Start with Tipton, who began working for the city in 2006 under then-Mayor John Street on the Education Advisory Task Force, and went on to work in the Managing Director’s Office before serving as the deputy finance director and then acting chief integrity officer under Mayor Michael Nutter, who successfully ran as the antithesis to the pay-to-play scandal that overshadowed Street’s tenure:
“I think the culture in city government has really changed. I think there’s a much stronger awareness of the rules and the role our office plays. And unfortunately, because we’re all sort of in this big blob of government, anyone who’s associated with government that’s convicted or charged taints all of us.
“Even though we know what we’ve accomplished, and what we’ve been able to do, there’s going to be just constant scrutiny, or this thinking that, ‘Oh, all government is corrupt,’ or ‘All government is somehow doing something nefarious,’ even though I think that’s not the case, especially at this point where we are now. We’ve come a long way, and I’ve seen that.”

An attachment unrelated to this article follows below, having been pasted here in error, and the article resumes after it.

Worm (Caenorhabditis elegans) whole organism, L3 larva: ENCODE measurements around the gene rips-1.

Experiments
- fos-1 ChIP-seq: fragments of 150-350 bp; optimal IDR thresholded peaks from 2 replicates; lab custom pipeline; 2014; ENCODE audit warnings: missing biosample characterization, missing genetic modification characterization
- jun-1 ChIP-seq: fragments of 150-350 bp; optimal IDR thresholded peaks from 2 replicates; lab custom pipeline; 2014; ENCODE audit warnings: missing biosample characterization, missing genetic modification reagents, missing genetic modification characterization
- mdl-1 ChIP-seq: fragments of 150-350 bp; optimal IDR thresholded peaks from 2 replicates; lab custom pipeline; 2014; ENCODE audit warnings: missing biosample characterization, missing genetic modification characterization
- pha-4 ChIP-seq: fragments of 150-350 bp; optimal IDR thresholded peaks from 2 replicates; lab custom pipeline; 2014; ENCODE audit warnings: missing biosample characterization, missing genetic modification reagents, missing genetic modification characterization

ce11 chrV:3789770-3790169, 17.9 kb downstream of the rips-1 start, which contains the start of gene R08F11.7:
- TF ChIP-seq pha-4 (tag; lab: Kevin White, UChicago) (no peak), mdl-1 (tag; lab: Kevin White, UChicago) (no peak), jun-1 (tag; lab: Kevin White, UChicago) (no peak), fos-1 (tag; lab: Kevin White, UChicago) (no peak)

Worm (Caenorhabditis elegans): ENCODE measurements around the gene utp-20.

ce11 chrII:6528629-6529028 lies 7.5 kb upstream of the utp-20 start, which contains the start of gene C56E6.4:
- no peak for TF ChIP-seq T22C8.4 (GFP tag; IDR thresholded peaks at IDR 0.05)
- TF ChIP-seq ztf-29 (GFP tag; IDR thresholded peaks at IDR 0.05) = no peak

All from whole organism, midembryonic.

She points to the establishment of the Board of Ethics, stringent campaign finance restrictions, an anti-pay-to-pay law, and Nutter’s decision to create the position of chief integrity officer. It adds up to a considerable amount of progress, but there was legitimate concern that some of it would wash away after Nutter left office in January. Kenney’s appointment of Kaplan — the no-nonsense former policy director for the government watchdog Committee of Seventy — as chief integrity officer was viewed as positive sign.
Kaplan said she wasn’t worried the city would backslide “because the first conversation that I had with Jim Kenney when he asked if I would consider this role was, ‘There’s not going to be any backsliding.'” She made it clear to Kenney that she wanted to push for additional reforms in city government, and wouldn’t take the job if he planned on meddling.